CEST tool: a case study


Recently I set aside two days to carry out some work for a client who I have been working with on an infrequent basis over the course of a few years. The client has no in-house development resource, and we have a fairly informal arrangement whereby when they have work for me they contact me to see my availability, and I try to accommodate their requests.

My work with this client ranges anywhere from zero to eight days per month. Typically, I invoice two days per month on average – though of course this fluctuates according to their needs and my availability.

Generally, I provide an estimate of the effort needed to meet the requirement but bill them on a time and materials basis for the actual work done. I do the work at my convenience, and from my home office (or wherever I want) but I do occasionally travel to their offices to scope out the work or to visit their end customers’ premises to configure the system.

In this recent instance, the work was to implement enhancements to create a data feed for a system for one of their customers. My client owns the copyright but the details of any code I write are left entirely to me. The high-level approach to any requirement is jointly agreed because, after all, the client understands their systems and capabilities far better than me.

However, the work I'd scheduled last week was cancelled because their customer had not yet issued a purchase order. I had no problem at all because, as a self-employed contractor, I have another client that I can be delivering work for.

I have explained the terms of the engagement to a number of independent experts who all agree that IR35 should not apply. Unfortunately the unreliable and much-maligned Check Employment Status for Tax (CEST) tool did not see it that way.

Despite an absence of many of the key indicators of employment – such as control over working practices and independence from the client – CEST determined that ‘the intermediaries legislation applies to this engagement’.

In other words, according to CEST, I am inside IR35 and therefore employed for tax purposes. However, this determination contradicts crucial details of the engagement.  

There is an absence of mutuality of obligation, which CEST does not even consider. The client does not have the right to deviate to a brief different from the original scope of agreed work without first arranging a new contract or formal agreement.

The client has no input regarding my methodology. I am free to decide my own schedule for delivering the project and, other than some elements of work which need to be carried out in an agreed location, I have complete control over where the work is done.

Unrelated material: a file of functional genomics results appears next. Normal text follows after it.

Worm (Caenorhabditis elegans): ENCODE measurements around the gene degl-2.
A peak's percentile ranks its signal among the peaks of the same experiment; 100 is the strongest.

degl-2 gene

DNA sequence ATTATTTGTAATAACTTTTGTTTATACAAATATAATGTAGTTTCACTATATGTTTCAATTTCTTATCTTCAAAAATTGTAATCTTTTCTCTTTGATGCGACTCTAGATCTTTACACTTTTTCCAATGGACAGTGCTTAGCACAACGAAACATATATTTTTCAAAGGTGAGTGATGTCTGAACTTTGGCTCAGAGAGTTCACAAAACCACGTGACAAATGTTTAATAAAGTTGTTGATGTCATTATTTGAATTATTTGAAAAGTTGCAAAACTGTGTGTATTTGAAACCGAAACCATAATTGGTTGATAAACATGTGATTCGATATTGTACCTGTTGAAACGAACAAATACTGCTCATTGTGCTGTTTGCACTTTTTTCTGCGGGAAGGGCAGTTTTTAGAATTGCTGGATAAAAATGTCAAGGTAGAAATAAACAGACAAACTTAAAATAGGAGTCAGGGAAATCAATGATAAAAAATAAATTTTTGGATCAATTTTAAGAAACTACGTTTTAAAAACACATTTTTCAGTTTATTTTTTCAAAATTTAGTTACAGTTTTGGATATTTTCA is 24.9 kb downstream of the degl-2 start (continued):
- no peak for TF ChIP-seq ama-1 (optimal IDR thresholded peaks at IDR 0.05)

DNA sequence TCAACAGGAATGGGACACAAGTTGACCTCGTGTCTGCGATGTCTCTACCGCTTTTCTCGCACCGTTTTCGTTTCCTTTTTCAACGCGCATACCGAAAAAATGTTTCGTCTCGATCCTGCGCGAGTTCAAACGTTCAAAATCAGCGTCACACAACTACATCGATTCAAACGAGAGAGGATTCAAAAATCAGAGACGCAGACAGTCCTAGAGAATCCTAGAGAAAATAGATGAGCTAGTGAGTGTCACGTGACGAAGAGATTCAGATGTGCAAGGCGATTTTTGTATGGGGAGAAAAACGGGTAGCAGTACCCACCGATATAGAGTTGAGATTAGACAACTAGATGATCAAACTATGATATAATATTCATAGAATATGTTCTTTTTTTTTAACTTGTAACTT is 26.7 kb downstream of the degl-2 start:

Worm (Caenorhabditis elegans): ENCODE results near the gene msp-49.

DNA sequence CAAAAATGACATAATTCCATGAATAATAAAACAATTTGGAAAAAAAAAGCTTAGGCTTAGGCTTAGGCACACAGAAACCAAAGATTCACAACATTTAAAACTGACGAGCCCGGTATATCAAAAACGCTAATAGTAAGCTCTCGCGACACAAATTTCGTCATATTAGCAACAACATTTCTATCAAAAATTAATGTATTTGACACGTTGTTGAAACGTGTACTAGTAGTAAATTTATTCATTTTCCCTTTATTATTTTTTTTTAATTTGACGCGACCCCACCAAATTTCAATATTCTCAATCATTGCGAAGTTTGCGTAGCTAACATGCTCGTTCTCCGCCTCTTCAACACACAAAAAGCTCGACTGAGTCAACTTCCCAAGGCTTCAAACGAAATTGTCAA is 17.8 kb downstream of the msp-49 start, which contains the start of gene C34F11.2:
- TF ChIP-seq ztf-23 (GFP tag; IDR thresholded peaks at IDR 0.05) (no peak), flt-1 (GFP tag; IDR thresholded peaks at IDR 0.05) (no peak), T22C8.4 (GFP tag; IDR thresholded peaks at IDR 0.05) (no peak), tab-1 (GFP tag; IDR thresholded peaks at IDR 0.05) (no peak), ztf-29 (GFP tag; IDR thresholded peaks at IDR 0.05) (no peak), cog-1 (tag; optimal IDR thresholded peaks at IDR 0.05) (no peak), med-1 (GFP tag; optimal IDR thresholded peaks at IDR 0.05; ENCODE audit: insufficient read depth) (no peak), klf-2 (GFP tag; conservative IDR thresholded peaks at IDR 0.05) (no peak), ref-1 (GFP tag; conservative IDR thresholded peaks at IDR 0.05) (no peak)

I am paid on a per-task basis on an hourly, daily or weekly rate and I’m not entitled to benefits such as holiday pay, sick pay, a workplace pension, maternity or paternity pay or any other benefits associated with a contract of employment. How then could CEST determine this engagement to be inside IR35?

Thankfully, this is a private sector engagement so, for the time being, the CEST tool’s determination is immaterial, The client doesn't have to worry about IR35 or the CEST tool, so we are free to pursue this mutually beneficial, flexible and entirely tax compliant business arrangement. 

However, the government are actively seeking to disrupt such arrangements by making the client responsible for determining IR35 status and holding them accountable for 'outside IR35' decisions which may later be found to be incorrect.

My client is a small company with no in house legal expertise to advise on the finer details of IR35. If affected by the potential rollout, they will no doubt turn to the government for advice. They'll be told to use CEST and be assured that HMRC will stand by the outcome of the tool

And just like that, a perfectly compliant engagement will come crashing to a halt.

Following a recent spate of defeats for HMRC we know the tool is incorrectly assessing engagements. This clearly shows that CEST is woefully inadequate and fails in many of its primary purposes.

HMRC, however, are staunchly defending CEST and are oblivious to the growing body of evidence and opposition to it. IR35 is an incredibly complex piece of legislation. Shifting the burden of determining status using CEST to the private-sector client will exacerbate what is an already dire situation.

Instead the government should be doing all in its power to create a business-friendly environment that actively encourages innovation and productivity. That starts with limiting the damage caused by inhibiting policies like IR35.

However, if the government push CEST with its inaccurate determinations as the method for deciding IR35 status into the private sector, its impacts on my business will be grave. I face a number of potential options, none of which are desirable.

I may have to refuse work. I may have to increase my rates to offset the additional tax burden. What happens if my clients refuse to pay the additional rates though? I may be left with no choice but to move abroad for work, or worse still, retire. I am not alone; I am one of thousands of contractors having these thoughts.

While Brexit tightens its grips, If the government wants to avoid an exodus of highly-skilled contractors to either retirement or other countries, it should urgently rethink this disastrous proposal.

Fiona Titcombe is a contractor and sits on IPSE's board of directors.